One-to-one telephone health coaching did not seem to reduce hospital use and related costs for patients with long term conditions – and may even lead to increased use, finds a study published in BMJ today.
The study adds weight to the view that health coaching by itself does not appear to reduce hospital activity. The authors suggest that it may be more effective if it were better integrated into the respective care pathways for these groups of patients or were coupled with other interventions.
Telephone health coaching is used to provide guidance and support to patients with long term conditions. It involves regular phone calls between patient and health professional to promote healthy behaviours, help patients to manage their condition more independently, and identify any problems before they become critical.
As a result, it is thought that hospital admissions will be prevented, saving costs for healthcare systems. However, the current evidence base is unclear.
So Ernst and Young and the Nuffield Trust were commissioned by the Department of Health to evaluate the impact of England's largest telephone health coaching service (Birmingham OwnHealth®) on hospital use and associated costs.
They analysed data from the first two years of the scheme (2006 to 2008), concerning 2,698 patients (average age 65 years) with heart failure, coronary heart disease, diabetes or chronic lung disease (COPD), and a history of inpatient or outpatient hospital use.
Intervention patients received a personalised care plan and a monthly telephone call from a care manager, typically lasting for 15 minutes. Matched control patients received usual care, which did not include telephone health coaching.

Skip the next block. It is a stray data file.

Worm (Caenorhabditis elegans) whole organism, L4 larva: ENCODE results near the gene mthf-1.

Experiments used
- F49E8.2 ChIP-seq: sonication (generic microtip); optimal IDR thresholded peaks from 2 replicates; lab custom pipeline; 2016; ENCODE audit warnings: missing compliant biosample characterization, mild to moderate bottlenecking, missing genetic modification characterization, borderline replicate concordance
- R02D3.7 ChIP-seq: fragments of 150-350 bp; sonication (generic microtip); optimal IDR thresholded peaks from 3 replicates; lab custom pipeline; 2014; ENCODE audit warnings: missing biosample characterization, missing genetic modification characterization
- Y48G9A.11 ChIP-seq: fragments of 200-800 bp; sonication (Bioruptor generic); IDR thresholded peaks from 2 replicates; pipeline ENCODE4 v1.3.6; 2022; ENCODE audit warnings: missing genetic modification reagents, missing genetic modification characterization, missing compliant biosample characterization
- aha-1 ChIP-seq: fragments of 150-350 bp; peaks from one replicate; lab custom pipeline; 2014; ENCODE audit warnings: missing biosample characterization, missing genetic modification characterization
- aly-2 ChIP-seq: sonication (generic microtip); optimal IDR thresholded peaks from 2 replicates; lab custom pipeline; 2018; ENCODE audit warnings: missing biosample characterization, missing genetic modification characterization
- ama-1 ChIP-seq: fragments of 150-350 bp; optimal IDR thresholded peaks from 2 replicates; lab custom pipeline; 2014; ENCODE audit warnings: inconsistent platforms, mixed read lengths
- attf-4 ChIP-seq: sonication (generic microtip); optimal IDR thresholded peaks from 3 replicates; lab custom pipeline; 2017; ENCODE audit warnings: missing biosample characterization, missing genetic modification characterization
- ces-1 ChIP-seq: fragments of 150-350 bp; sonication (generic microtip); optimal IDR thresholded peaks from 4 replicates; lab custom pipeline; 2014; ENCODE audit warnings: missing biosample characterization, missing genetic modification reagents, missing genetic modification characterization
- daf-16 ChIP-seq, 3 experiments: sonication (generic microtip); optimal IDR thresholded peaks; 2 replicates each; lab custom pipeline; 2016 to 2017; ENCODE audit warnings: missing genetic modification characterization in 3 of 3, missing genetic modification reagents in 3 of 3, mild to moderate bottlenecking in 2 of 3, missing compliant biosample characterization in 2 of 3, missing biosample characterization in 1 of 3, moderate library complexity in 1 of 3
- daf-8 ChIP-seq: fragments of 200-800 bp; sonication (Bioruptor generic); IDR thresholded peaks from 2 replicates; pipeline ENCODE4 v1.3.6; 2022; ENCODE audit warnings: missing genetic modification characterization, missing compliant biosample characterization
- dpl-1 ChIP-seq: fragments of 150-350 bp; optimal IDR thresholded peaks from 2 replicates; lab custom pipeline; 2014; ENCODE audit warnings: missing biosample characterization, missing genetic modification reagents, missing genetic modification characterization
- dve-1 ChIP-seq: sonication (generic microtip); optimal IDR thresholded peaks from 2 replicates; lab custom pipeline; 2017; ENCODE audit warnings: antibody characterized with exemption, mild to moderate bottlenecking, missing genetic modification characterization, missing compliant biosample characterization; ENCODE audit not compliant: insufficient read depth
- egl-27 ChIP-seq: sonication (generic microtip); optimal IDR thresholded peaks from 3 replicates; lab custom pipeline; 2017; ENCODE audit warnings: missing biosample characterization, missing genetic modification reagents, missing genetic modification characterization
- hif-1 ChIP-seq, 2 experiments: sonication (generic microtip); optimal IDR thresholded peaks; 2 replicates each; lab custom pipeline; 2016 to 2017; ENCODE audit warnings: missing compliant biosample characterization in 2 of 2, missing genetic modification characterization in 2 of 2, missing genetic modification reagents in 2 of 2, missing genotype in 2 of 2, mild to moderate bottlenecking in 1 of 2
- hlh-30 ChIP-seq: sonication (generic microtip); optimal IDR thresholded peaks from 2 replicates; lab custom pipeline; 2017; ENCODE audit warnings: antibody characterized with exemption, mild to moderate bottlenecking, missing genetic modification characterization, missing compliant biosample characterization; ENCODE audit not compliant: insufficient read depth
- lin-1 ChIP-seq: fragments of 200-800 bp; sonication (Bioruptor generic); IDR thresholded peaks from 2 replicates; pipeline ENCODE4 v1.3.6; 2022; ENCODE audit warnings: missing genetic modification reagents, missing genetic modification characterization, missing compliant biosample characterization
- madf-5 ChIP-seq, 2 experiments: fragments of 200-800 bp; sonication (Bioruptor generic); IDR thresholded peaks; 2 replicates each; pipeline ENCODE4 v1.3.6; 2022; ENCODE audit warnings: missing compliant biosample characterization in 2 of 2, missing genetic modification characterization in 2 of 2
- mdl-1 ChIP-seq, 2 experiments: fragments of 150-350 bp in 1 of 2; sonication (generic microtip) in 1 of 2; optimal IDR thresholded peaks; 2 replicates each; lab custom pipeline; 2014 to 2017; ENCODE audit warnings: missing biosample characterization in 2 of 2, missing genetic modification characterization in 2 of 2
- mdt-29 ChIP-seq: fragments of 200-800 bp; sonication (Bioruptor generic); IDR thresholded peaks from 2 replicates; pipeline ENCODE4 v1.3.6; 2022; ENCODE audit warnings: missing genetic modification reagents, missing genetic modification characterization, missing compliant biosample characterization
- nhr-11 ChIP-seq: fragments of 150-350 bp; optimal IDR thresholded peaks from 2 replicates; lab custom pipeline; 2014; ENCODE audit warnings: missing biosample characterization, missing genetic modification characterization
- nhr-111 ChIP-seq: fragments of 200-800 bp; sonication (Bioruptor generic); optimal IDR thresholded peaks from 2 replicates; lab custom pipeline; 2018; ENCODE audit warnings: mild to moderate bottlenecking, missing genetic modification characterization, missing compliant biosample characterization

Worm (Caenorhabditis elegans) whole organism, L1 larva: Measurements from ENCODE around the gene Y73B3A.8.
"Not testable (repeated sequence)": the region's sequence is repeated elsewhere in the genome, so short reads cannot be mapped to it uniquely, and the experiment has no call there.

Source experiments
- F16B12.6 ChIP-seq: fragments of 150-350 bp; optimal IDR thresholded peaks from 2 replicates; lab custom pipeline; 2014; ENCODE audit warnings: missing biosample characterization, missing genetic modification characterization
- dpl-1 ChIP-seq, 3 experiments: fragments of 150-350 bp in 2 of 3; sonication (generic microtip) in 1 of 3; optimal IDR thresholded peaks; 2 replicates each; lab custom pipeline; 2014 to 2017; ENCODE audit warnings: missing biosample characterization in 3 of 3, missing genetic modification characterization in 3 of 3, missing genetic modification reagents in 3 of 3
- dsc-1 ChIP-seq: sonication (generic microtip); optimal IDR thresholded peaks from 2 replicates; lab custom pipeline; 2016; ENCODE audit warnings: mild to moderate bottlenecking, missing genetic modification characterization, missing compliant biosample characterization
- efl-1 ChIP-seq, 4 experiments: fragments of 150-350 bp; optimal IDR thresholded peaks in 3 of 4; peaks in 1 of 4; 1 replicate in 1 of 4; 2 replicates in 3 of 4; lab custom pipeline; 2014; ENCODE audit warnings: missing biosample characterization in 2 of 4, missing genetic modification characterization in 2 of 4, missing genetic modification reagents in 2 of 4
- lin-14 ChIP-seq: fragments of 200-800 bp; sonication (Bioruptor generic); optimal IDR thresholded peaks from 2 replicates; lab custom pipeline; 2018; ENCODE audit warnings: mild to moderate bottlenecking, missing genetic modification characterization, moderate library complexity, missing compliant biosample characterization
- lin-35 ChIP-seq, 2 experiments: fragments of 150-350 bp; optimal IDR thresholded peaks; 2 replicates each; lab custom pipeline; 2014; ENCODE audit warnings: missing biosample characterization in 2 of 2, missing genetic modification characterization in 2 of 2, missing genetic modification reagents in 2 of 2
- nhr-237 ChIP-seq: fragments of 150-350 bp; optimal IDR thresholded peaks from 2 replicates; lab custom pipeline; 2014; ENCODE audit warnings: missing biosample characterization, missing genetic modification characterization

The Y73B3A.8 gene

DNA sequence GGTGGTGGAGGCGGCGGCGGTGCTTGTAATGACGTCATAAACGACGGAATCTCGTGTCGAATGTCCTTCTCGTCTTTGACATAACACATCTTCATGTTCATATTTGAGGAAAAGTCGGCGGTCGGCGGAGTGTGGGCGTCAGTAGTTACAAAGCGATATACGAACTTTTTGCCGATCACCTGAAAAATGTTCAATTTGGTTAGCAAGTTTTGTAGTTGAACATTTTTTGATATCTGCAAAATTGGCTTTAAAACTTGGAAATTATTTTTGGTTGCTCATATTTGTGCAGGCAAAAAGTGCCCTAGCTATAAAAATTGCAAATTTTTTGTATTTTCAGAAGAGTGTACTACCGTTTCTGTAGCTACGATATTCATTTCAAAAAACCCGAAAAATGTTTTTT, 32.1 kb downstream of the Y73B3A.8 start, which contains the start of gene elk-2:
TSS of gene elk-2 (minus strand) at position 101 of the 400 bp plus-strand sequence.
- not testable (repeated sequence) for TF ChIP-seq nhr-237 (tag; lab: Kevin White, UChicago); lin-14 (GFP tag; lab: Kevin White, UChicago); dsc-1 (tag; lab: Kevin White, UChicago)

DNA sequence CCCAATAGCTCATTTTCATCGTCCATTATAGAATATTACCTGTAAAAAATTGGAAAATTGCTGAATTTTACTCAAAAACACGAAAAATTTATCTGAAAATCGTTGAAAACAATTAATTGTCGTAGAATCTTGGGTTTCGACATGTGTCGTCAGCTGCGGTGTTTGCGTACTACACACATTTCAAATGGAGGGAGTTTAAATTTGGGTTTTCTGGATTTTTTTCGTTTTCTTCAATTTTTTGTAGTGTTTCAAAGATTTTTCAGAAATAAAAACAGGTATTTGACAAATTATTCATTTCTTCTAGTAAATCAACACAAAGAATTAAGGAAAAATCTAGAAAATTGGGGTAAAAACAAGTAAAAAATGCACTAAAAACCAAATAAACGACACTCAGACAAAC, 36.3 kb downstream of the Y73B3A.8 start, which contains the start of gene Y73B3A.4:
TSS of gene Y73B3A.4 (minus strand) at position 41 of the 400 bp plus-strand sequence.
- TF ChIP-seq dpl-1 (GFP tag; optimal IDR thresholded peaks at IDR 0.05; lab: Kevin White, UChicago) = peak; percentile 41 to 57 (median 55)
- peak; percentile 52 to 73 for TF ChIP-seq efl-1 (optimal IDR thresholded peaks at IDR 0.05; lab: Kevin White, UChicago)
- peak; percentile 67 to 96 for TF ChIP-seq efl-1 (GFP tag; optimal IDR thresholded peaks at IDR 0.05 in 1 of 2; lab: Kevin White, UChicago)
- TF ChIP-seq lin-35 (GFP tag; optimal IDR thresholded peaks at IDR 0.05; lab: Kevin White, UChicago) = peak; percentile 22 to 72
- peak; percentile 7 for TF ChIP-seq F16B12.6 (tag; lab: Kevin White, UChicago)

The annual number of emergency admissions increased by 0.05 per head more among intervention patients than matched controls (a relative increase of 13.6%).
Outpatient attendances also increased by 0.37 per head more among intervention patients than controls, while secondary care costs rose by £175 per head more among intervention patients than controls.
Further checks showed that the researchers were unlikely to have missed reductions in emergency admissions because of unseen differences between intervention and matched control groups.
In summary, the authors say there was no evidence of reductions in hospital admissions, and no savings were detected from which to offset the cost of the intervention.
Adam Steventon, Senior Research Analyst at the Nuffield Trust, who led the analysis for the study, said: "Policy makers are hoping that, by improving community-based care, unnecessary hospital admissions can be avoided. Birmingham OwnHealth appears not to have achieved this aim, at least in the period that we studied. However, the effect of new services depends on the details of how they are implemented, and on the surrounding context, so it might be possible to improve the model."
Adam Steventon also summarises the findings in a video abstract. Dr Steventon says although the results were disappointing, the question remains whether other parts of the NHS could implement health coaching. He believes that more needs to be done about the elements that make up a successful hospital avoidance programme and "one of the largest lessons is to try to use some of the techniques that we implemented on an ongoing basis to improve care".
More information: Effect of telephone health coaching (Birmingham OwnHealth) on hospital use and associated costs: cohort study with matched controls, BMJ, 2013.